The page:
Ukraine’s resilience and the renewed sense of purpose in the liberal West
With a winter milder than usual and almost over, a new sense of unity and confidence is visible these days in what Putin and his propagandists call “the collective West”. There is a relative stabilization on the energy markets after a very turbulent 2022, while the Ukrainians continue to fight heroically against the Russian aggression, marking one year of resistance this week to what was supposed to be – for Kremlin – a three day victorious campaign. On the broader scale, the liberal world seems to have found its pace and direction, setting itself for the long run on a new trend of re-globalization: cooperation and interdependence, not national autarchy, but with an increased emphasis on political values (democracy and human rights) and the security dimension (friend-shoring).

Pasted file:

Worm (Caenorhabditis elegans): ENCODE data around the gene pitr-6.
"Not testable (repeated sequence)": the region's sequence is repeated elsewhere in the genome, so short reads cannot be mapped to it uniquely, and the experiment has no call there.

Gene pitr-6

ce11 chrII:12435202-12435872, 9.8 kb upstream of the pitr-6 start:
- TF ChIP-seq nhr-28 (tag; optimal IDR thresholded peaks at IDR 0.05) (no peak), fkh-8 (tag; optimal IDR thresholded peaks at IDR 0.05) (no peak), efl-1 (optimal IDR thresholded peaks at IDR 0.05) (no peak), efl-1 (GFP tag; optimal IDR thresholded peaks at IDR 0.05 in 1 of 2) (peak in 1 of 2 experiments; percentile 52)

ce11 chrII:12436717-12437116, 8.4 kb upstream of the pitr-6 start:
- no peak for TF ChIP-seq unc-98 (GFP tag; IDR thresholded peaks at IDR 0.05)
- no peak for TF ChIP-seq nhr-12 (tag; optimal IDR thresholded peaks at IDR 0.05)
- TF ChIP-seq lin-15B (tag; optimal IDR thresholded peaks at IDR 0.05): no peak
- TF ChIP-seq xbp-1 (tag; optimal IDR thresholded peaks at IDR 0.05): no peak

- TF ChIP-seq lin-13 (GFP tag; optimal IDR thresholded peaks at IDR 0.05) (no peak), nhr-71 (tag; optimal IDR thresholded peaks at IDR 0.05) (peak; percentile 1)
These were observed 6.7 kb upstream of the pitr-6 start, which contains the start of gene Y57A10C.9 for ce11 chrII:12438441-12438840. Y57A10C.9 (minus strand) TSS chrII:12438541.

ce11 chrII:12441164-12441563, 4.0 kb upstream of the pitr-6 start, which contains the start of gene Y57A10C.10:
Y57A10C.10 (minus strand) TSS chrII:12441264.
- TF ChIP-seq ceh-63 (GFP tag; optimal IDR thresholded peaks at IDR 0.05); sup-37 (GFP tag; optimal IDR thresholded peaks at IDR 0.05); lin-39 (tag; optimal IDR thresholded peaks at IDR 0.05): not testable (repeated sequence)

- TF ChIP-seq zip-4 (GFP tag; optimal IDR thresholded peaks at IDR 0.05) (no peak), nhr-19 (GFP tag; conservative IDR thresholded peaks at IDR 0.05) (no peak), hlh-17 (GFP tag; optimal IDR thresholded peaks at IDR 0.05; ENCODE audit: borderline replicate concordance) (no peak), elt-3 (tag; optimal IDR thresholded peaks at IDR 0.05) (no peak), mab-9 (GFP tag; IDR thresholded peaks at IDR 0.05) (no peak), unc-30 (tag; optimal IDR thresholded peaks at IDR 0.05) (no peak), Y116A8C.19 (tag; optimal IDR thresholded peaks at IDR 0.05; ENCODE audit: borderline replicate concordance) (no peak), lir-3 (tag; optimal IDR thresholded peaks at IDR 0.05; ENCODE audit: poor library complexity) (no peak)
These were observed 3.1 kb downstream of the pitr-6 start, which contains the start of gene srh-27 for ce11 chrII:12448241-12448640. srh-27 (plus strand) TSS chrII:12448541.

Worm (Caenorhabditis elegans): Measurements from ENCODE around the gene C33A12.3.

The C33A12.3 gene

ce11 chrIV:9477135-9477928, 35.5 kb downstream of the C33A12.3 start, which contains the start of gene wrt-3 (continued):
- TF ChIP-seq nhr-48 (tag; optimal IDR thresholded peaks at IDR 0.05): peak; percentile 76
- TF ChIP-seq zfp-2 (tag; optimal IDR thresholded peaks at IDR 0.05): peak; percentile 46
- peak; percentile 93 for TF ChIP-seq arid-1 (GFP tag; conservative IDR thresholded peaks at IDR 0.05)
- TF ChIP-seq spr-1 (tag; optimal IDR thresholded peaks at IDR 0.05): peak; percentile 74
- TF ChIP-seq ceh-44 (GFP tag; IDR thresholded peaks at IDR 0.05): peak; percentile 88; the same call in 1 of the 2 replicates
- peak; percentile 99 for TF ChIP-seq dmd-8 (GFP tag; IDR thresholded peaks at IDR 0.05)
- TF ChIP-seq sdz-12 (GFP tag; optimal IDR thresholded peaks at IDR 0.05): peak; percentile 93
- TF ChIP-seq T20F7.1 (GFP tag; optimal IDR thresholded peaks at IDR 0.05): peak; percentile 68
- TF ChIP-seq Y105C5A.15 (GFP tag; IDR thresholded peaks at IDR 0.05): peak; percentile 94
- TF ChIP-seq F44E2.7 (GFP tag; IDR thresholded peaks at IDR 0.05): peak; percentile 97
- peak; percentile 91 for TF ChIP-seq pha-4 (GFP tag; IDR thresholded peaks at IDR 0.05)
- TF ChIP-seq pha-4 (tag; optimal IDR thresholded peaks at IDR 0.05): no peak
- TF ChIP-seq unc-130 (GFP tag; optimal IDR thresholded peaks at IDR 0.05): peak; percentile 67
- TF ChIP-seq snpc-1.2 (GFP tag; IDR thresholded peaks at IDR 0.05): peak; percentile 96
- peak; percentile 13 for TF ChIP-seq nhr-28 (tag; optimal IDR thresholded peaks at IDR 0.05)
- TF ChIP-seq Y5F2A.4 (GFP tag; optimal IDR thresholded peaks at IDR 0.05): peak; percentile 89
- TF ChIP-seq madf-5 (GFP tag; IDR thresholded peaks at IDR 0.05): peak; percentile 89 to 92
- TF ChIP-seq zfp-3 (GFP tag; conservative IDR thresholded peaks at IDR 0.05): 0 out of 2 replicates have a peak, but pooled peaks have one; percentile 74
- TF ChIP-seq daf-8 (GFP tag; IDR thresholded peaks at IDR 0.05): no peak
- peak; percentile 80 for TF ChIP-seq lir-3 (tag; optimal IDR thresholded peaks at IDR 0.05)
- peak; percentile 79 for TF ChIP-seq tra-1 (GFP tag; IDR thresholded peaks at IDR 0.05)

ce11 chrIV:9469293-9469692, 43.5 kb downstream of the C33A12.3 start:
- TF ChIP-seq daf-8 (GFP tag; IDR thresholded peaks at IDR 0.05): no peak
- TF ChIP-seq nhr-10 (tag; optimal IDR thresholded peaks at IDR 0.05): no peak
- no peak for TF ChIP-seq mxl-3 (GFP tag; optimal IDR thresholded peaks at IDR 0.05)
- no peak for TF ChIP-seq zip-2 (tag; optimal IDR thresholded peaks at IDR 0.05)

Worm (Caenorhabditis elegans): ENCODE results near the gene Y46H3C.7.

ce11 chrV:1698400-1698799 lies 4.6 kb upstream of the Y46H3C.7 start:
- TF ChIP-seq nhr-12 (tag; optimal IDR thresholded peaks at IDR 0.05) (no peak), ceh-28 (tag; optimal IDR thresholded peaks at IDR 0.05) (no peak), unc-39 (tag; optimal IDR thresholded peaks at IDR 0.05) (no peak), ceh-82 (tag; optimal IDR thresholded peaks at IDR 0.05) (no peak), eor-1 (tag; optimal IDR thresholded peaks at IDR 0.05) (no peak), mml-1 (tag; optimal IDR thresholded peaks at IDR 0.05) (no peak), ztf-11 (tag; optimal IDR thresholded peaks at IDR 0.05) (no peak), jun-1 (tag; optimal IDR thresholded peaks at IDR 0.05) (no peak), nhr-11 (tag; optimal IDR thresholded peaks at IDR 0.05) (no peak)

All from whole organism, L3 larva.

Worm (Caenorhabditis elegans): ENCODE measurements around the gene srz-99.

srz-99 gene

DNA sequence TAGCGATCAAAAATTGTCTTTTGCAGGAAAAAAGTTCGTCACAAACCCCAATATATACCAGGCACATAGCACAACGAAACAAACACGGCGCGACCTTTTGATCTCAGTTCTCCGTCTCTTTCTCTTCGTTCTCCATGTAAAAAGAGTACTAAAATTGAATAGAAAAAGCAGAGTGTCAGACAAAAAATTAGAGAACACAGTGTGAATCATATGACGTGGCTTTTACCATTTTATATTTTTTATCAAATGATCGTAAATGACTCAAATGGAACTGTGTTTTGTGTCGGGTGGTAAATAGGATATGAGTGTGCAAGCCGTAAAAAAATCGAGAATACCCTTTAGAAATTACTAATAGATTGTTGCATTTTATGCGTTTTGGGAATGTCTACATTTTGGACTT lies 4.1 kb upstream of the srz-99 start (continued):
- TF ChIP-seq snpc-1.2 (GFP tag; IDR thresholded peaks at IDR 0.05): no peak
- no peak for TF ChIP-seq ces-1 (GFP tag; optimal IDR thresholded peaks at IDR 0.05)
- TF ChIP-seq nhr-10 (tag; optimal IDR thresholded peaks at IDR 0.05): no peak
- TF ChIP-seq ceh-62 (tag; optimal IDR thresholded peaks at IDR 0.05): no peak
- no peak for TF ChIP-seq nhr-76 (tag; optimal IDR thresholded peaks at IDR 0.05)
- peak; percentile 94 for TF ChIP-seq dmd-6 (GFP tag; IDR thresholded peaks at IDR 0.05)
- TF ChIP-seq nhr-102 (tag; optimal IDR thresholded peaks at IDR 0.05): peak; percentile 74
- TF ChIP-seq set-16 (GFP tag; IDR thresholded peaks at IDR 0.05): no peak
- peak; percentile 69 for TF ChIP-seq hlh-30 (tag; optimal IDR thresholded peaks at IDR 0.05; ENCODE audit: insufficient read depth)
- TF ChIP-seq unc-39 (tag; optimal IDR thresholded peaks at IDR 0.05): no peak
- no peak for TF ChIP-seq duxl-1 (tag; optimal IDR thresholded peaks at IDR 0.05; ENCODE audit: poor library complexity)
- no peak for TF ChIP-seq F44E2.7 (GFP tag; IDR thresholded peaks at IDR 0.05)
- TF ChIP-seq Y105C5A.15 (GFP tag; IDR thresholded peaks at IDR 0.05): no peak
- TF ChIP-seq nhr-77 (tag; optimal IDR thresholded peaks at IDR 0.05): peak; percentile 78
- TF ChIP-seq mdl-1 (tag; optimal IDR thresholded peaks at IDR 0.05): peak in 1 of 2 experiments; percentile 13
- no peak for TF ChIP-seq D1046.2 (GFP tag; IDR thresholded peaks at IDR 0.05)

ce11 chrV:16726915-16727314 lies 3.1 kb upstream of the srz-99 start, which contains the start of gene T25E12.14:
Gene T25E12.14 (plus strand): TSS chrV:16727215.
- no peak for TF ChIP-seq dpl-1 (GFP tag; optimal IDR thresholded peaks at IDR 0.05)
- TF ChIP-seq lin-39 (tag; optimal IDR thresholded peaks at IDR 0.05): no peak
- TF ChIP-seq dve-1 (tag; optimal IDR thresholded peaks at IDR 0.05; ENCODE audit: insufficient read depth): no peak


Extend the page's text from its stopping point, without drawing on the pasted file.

Energy: what did we learn in the EU from the past year of war?
Russia’s full scale invasion in Ukraine put under the spotlight the interdependencies between the global security and energy, as well as the extent to which the Kremlin has become a threat not just to its immediate neighborhood, but to the entire West. As the past year’s experience shows, the collective West is weak when disunited, fearful and hesitant – but invincible when principled and coherent.
Read the full text here: EFOR-ANNUAL-POLICY-REPORT-2023_compressed
The report and event benefited from the support of the Friedrich Naumann Foundation for Freedom, Romania, and Republic of Moldova (FNF) and the National Endowment for Democracy (NED)